In this month's Washington Monthly:
About the only failure more pronounced than the president's has been the graft-filled plunder of GOP lawmakers—at least according to opinion polls, which in May gave the GOP-controlled Congress favorability ratings in the low 20s, about 10 points lower than the president's. This does not necessarily translate into electoral Armageddon; redistricting and other incumbency-protection devices help protect against that. But even if many commentators think that Republicans may retain control over Congress, very few think they should.
If government is necessary, bad government, at least for conservatives, is inevitable, and conservatives have been exceptionally good at showing just how bad it can be. Hence the truth revealed by the Bush years: Bad government—indeed, bloated, inefficient, corrupt, and unfair government—is the only kind of conservative government there is. Conservatives cannot govern well for the same reason that vegetarians cannot prepare a world-class boeuf bourguignon: If you believe that what you are called upon to do is wrong, you are not likely to do it very well.
Ma Bell, risen from near death like the hydra, now says they own your phone records and will disclose them however they see fit:
The new policy says that AT&T—not customers—owns customers' confidential info and can use it "to protect its legitimate business interests, safeguard others, or respond to legal process."
The policy also indicates that AT&T will track the viewing habits of customers of its new video service—something that cable and satellite providers are prohibited from doing.
I will now begin the process of switching our home-phone service...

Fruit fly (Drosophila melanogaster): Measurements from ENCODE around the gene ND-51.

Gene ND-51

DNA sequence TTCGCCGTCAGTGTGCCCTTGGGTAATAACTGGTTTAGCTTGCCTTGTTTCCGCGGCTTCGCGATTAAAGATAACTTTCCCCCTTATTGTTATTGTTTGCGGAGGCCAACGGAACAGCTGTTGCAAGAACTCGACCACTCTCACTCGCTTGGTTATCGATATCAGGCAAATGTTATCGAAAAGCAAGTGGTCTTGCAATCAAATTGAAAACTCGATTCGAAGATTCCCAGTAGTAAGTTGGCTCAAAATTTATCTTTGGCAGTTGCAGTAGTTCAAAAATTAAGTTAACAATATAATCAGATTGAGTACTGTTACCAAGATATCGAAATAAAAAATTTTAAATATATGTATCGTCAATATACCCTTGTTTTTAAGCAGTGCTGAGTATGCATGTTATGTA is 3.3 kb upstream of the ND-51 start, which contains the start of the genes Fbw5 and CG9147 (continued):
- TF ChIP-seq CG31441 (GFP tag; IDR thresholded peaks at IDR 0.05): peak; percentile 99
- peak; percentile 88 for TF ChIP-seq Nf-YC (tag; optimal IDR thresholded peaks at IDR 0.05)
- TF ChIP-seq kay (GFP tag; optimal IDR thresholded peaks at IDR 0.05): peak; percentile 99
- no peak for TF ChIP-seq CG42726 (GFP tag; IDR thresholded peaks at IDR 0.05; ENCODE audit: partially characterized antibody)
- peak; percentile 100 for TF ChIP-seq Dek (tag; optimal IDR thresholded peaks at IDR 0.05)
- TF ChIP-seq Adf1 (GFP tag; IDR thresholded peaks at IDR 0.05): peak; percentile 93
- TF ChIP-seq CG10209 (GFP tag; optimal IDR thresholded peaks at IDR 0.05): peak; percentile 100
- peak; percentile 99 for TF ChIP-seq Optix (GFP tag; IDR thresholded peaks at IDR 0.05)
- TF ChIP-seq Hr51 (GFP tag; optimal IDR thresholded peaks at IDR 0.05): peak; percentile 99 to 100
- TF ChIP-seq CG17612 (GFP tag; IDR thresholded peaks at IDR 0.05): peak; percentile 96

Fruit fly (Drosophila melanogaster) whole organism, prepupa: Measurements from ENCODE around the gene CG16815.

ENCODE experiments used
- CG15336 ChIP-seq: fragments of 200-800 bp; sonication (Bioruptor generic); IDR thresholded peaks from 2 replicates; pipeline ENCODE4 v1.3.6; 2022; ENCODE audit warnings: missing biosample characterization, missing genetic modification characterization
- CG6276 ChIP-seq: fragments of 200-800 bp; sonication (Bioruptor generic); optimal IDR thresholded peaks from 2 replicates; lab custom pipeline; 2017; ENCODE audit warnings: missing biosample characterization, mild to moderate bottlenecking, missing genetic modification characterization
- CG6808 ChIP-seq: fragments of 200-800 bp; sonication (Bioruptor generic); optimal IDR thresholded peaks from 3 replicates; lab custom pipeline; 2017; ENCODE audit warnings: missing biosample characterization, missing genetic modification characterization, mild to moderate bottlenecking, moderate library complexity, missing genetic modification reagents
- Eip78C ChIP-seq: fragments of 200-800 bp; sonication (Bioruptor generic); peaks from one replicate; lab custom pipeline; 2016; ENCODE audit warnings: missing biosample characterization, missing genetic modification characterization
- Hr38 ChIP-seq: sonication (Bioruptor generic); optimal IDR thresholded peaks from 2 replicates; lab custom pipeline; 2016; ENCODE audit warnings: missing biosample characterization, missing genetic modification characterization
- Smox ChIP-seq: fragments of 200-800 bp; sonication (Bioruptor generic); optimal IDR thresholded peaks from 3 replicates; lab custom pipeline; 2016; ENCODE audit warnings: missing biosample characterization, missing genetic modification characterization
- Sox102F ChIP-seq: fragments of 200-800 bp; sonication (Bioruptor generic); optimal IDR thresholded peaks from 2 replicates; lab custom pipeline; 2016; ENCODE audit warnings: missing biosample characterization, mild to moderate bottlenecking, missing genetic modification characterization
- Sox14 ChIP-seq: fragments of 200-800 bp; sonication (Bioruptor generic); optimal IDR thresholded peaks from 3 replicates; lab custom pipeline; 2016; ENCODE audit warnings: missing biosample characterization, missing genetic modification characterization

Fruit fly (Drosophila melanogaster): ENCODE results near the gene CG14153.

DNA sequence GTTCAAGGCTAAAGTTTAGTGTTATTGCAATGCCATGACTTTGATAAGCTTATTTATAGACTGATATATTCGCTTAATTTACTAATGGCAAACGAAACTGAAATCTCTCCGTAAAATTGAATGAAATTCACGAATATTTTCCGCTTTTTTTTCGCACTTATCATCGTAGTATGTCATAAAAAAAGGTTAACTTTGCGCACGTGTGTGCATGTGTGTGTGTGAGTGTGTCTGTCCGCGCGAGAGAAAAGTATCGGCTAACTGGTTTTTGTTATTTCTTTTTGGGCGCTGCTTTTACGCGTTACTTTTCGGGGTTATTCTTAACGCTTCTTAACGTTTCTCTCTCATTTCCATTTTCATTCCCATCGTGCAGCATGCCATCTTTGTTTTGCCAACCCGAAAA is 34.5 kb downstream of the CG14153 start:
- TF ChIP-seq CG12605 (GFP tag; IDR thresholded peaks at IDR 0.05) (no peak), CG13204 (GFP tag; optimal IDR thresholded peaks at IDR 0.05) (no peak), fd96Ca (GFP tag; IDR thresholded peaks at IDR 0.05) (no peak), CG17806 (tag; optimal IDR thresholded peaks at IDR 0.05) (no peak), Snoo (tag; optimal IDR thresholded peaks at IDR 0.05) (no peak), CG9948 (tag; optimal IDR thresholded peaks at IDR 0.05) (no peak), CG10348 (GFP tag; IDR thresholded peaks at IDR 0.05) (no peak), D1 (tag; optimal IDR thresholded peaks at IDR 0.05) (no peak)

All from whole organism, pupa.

Scientists find more evidence that the planet is, on average, its warmest in 400 years:
A panel of top climate scientists told lawmakers that the Earth is heating up and that "human activities are responsible for much of the recent warming." Their 155-page report said average global surface temperatures in the Northern Hemisphere rose about 1 degree during the 20th century.
Overall, the panel agreed that the warming in the last few decades of the 20th century was unprecedented over the last 1,000 years, though relatively warm conditions persisted around the year 1000, followed by a "Little Ice Age" from about 1500 to 1850.
The President still doesn't believe there's a connection between human activities and global warming in much the same way that South African president Thabo Mbecki doesn't see the connection between HIV and AIDS.
942 days, 20 hours left.
New Scientist is reporting this hour that a man died in Beijing of H5N1 bird flu fully two years before China admitted any human cases:
The case suggests that, as has long been suspected, many more people have caught H5N1 flu in China than have been reported, and for a longer time. The more human cases there are, the more chances the virus has to evolve into a human pandemic strain of flu.
"It's a very important issue that needs to be clarified urgently," Roy Wadia, a spokesman for the World Health Organization, said on Thursday in Beijing. "It raises questions as to how many other cases may not have been found at the time or may have been found retrospectively in testing."
Remember what I wrote about an hour ago that governments suppressing the press is bad for democracy? Well, I forgot to mention that it's bad for our health as well.
More on this later, but just keep in mind that oppressive regimes always attack the press before attacking the people. Keeping a free and open press is an absolute requirement of democracy.
On that theme, three stories:
As I describe these things, I can't help but to compare what the Republican officials are doing in this country to what another party's officials have done throughout the last century in places like China and the U.S.S.R. I can't understand why this doesn't bother them more. After all, our party has the reputation for collectivism; they've always argued for "small government." Paraphrasing Ralph Kiner: "If Eisenhower were alive today, he'd be spinning in his grave."
I refer here to President Roosevelt's approval rating after the Battle of the Bulge. Josh Marshall's people found a beautiful document prepared in the 1940s; Marshall himself explains why this is not simply a poke-in-the-eye for Fox News—er, Press Secretary Tony Snow: